PCI DSS stands for Payment Card Industry Data Security Standard. It’s a set of security standards designed to ensure that all companies that accept, process, store, or transmit credit card information maintain a secure environment.
Companies can maintain PCI DSS compliance either by conducting a self-assessment or through a third-party auditor, depending on the nature of their business and their required level of PCI compliance.
Many companies choose to outsource the handling and storage of sensitive card data to a partner.
That said, many companies feel it’s not worth investing the time and resources necessary to maintain PCI compliance on their own, so they choose to outsource the handling and storage of card data to a partner (more on this later).
If you’re curious about whether and how to become PCI DSS compliant, this guide is for you. In it, we’ll address the following questions:
Payment Card Industry Data Security Standard (PCI DSS) is a list of compliance obligations you must satisfy if you handle cardholder data and/or sensitive authentication data.
“Cardholder data” includes the following:
“Sensitive authentication data” includes the following:
Back in 2004, in an attempt to slow the rise of card fraud, five leading credit-card networks collaborated to design and implement PCI DSS 1.0. Their goal was to ensure that all businesses that handle credit card information maintain a secure environment. Since then, there have been three more versions; the most recent, version 4.0, was released in March 2022.
PCI DSS compliance requirements apply to all entities that handle card data from Visa, Mastercard, Discover, American Express, and JCB International. Companies that are frequently subject to PCI DSS compliance include:
Many decision makers at tech companies we've spoken with wonder whether they really need to worry about maintaining PCI DSS compliance (and/or outsourcing these obligations to a partner).
The answer is a resounding "yes." Here's why:
The average cost of a data breach in the United States is $9.44M. In fact, perhaps as a result, the percentage of organizations maintaining full PCI DSS compliance grew from 27.9% in 2019 to 43.4% in 2020, per the Verizon 2022 Payment Security Report (PSR).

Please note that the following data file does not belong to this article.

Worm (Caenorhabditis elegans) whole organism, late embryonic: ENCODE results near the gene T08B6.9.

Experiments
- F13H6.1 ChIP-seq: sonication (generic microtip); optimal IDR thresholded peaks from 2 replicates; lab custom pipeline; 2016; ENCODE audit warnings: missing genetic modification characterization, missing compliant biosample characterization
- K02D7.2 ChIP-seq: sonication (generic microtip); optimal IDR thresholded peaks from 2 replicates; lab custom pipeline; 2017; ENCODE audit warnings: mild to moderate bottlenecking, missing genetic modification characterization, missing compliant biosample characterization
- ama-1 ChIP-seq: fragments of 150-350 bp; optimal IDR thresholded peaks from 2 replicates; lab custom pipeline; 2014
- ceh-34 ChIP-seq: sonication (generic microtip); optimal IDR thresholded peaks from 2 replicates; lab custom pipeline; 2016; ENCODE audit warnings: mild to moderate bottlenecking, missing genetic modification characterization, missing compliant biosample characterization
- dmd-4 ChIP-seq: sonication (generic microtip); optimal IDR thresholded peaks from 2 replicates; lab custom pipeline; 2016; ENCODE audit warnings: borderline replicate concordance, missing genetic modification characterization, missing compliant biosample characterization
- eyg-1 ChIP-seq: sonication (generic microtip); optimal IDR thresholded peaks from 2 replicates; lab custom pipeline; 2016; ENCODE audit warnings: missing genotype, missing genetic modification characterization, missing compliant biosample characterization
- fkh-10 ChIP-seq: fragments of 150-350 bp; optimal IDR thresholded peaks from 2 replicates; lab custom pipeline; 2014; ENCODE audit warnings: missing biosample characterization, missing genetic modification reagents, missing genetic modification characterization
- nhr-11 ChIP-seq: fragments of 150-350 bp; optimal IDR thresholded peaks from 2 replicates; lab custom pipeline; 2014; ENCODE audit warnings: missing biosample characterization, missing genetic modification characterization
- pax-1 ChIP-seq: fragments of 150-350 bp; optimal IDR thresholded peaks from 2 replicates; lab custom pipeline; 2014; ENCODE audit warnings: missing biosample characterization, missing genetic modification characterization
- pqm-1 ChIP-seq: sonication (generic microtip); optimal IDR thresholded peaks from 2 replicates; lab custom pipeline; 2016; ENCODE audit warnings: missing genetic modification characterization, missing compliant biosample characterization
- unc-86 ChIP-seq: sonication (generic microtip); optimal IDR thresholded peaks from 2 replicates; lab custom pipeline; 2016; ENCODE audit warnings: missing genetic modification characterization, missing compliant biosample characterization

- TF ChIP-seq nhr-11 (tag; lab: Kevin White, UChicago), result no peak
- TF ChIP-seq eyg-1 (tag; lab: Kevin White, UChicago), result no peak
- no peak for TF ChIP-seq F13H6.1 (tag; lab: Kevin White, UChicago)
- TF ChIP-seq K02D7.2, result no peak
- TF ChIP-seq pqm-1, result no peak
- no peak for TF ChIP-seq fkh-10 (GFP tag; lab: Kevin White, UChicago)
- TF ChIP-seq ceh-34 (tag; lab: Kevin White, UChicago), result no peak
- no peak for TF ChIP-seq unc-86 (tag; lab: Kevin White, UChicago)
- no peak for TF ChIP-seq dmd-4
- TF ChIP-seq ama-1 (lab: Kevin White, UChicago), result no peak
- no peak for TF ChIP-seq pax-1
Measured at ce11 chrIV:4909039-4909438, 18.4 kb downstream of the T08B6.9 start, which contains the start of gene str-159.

On the positive side, PCI compliance helps to provide peace of mind to customers who are concerned about the security of their personal information—especially their financial information. It helps to build your reputation as an organization that values security and takes all steps needed to protect customer data.
PCI can also enable new partnerships and business opportunities; that’s because large companies often require their partners to be PCI DSS compliant. Along with popular frameworks like SOC II and NIST, it helps businesses demonstrate a more comprehensive approach to security. (Meeting PCI requirements can also make it easier to achieve these other regulatory standards and frameworks.)
PCI DSS has 12 requirements that address areas ranging from network security and password management to data protection and access control.
Some requirements are more challenging than others. In fact, the Verizon 2022 Payment Security Report (PSR) shows higher compliance (90.8%) with requirements that address encryption and access control (numbers 4 and 7, respectively). On the other hand, the requirement to test security, which requires more specialized skills and expertise, has the lowest compliance (60%).
The complete list requires organizations to:
Many tech companies wonder whether they really need to worry about maintaining PCI DSS compliance. The answer is a resounding "yes."
There are four merchant levels based on the volume of transactions a business processes annually. Organizations with higher transactions are subject to stricter controls, which will require more resources to ensure compliance. But it is important for all businesses to be aware of and comply with the requirements of PCI DSS, regardless of their merchant level.
In general, there are three ways to achieve and maintain PCI DSS compliance. As you’ll see, they vary widely in terms of their time to market, required investment, and required staffing.
If you’ve decided to become PCI DSS compliant on your own, then we recommend the following checklist.
Bear in mind that, if you decide to become PCI DSS compliant on your own, your compliance must be validated and re-certified annually.
Interested in learning more about PCI DSS requirements? Ready to take the next step? We’ve got strong opinions, and we’d love to chat.
March 21, 2023
Frequently asked questions
Fintechs may face specific compliance requirements depending on their particular services and how they handle payment card information (PCI). Consult a PCI-certified Qualified Security Assessor (QSA) to understand the specific compliance requirements that apply to your situation.
PCI SSC stands for Payment Card Industry Security Standards Council. This is the independent body that manages PCI DSS. The standards, however, are enforced by the card brands themselves.
With the release of version 4.0 of the Payment Card Industry Data Security Standards (PCI DSS) in 2022, PCI DSS v3.2.1 will be retired on March 31, 2024.